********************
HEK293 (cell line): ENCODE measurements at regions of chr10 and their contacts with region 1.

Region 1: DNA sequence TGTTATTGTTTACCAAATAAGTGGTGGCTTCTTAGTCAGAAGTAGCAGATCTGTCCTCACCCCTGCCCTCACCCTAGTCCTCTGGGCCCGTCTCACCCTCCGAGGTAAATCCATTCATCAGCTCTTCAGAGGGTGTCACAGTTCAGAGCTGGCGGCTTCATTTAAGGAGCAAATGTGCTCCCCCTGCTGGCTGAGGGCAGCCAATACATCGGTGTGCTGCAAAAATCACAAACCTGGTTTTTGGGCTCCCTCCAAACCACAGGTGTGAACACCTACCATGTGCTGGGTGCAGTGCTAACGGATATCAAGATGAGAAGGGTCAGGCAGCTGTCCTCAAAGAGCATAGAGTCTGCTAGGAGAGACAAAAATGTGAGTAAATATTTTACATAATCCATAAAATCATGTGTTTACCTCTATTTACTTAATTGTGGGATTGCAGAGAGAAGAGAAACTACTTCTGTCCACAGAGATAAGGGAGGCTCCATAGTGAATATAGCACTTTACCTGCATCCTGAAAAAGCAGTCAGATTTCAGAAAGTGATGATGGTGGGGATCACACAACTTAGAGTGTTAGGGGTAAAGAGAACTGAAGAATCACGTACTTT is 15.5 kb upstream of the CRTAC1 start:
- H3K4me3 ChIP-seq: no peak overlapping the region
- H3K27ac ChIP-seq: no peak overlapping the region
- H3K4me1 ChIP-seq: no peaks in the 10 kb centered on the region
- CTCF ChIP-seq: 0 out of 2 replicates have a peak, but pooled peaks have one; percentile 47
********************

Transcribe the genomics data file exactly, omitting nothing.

HEK293 (cell line): ENCODE measurements at regions of chr10 and their contacts with region 1.

Region 1: DNA sequence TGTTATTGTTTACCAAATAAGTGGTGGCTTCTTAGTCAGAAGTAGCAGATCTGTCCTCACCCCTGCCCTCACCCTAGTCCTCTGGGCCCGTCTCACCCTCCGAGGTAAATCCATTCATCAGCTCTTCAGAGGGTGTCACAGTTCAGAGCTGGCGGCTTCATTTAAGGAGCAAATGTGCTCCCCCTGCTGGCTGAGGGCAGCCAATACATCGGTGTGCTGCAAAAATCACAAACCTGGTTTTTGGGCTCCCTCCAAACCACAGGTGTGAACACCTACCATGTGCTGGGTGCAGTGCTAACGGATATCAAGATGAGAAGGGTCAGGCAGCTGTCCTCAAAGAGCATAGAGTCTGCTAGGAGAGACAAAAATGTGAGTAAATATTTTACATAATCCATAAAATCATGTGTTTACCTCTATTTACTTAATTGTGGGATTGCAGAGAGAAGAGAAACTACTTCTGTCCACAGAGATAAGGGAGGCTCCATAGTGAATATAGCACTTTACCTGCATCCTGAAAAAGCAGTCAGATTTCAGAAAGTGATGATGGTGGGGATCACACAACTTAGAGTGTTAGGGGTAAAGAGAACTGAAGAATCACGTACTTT is 15.5 kb upstream of the CRTAC1 start:
- H3K4me3 ChIP-seq: no peak overlapping the region
- H3K27ac ChIP-seq: no peak overlapping the region
- H3K4me1 ChIP-seq: no peaks in the 10 kb centered on the region
- CTCF ChIP-seq: 0 out of 2 replicates have a peak, but pooled peaks have one; percentile 47